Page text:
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Mapping Your Supply Chain Risk

Published on January 7, 2022

Last year at this time, we were hoping 2021 would restore smooth, and even improved, supply chain operations after a full year of COVID-19 chaos. Little did we know that the global supply chain would continue to experience significant challenges, both from the pandemic and impossible-to-predict disruptions like the Houston, Texas freeze.  

The arrival of every new year offers a symbolic fresh start. It is through that lens that I set out to gather perspectives on the supply chain trends that defined 2021, including the growing focus on regional supply chain development, specifically how our China facility has been impacted. 

In an earlier PackTalk article, we discussed the concept of  regionalizing your supply chain. While this idea is certainly not new, it has become more prominent given the increased complexities of international trade. Regionalizing supply can lead to risk reduction, shorter time to market, and inventory reduction, too.  

The Organization for Economic Cooperation and Development recently shared their perspective on the global supply chain, noting that “the risks associated with global value chains were revealed during the beginning of the COVID-19 pandemic, which resulted in lockdowns within China. Most global manufacturers have some operations in China, which led to disruptions in production and trade.”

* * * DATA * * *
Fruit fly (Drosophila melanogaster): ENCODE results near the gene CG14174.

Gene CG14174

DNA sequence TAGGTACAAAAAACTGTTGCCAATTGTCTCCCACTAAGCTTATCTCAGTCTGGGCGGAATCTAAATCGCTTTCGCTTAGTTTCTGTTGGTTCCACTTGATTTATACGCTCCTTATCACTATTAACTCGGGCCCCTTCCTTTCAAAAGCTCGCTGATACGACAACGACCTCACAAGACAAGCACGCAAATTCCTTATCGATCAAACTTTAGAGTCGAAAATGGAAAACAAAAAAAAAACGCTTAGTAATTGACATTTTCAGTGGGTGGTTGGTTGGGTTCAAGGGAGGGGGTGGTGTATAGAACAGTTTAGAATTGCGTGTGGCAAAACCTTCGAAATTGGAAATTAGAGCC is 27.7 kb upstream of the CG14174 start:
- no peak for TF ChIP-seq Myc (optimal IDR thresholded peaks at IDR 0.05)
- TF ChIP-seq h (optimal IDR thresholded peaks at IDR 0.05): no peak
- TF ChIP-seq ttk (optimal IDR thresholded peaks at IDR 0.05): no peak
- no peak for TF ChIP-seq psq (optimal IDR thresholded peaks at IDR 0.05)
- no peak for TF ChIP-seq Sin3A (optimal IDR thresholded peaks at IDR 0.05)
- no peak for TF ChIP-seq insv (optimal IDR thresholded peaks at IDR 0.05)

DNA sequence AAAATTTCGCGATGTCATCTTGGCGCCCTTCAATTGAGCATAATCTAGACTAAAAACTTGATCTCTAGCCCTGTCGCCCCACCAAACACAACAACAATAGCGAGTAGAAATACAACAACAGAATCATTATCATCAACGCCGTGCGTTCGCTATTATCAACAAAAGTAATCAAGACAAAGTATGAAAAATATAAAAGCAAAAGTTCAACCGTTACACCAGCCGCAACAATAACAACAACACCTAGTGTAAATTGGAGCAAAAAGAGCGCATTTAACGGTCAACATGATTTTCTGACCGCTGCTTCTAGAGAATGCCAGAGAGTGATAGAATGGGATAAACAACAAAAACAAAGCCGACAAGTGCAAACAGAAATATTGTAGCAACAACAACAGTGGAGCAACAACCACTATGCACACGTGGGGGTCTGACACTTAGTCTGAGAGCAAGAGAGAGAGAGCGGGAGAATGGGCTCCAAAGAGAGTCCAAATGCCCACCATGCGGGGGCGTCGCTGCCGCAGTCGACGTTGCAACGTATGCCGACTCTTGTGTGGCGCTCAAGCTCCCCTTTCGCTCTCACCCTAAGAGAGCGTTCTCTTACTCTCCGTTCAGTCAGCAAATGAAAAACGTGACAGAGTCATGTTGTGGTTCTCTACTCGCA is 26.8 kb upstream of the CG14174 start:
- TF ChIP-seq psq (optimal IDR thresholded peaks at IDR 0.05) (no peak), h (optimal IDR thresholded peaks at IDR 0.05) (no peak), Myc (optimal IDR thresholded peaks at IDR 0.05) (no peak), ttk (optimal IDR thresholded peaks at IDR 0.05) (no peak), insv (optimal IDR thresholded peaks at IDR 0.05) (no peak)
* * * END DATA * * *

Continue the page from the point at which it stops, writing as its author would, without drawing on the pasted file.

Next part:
According to Dun & Bradstreet, 51,000 global companies—of which 163 are large, Fortune 1000 firms—have one or more tier-one suppliers within the Wuhan, China region. Additionally, 938 companies have one or more tier-two suppliers who support that first-tier. In this instance, a regionalized supply chain (where one was in place) provided supply continuity and lessened a great deal of uncertainty for consumers and businesses alike. With that said, regionalizing your supply can present its own set of challenges, including a greater reliance on regional production, limiting the scope for products that originate domestically.

 The first step in managing risk is to map your supply chain, being sure to understand and document the full supplier base. It involves working closely with your suppliers to identify constraints, bottlenecks, limitations, and other risks on a regular basis. Mapping your supply chain enables specification and classification of product risks by location and can offer a mitigation strategy for unexpected disruptions like COVID-19.  
Supplier mapping techniques should be part of every organization’s risk mitigation plan. Various types of software are available to help enhance supplier mapping. Prior to going this route though, there are several basic techniques organizations can implement to build the foundation of the supplier map, including listing all suppliers by name, geographic location, capabilities, capacity information, and more. This small step can make a big impact.

Shayla Brown
Commodity Manager | Oliver Healthcare Packaging

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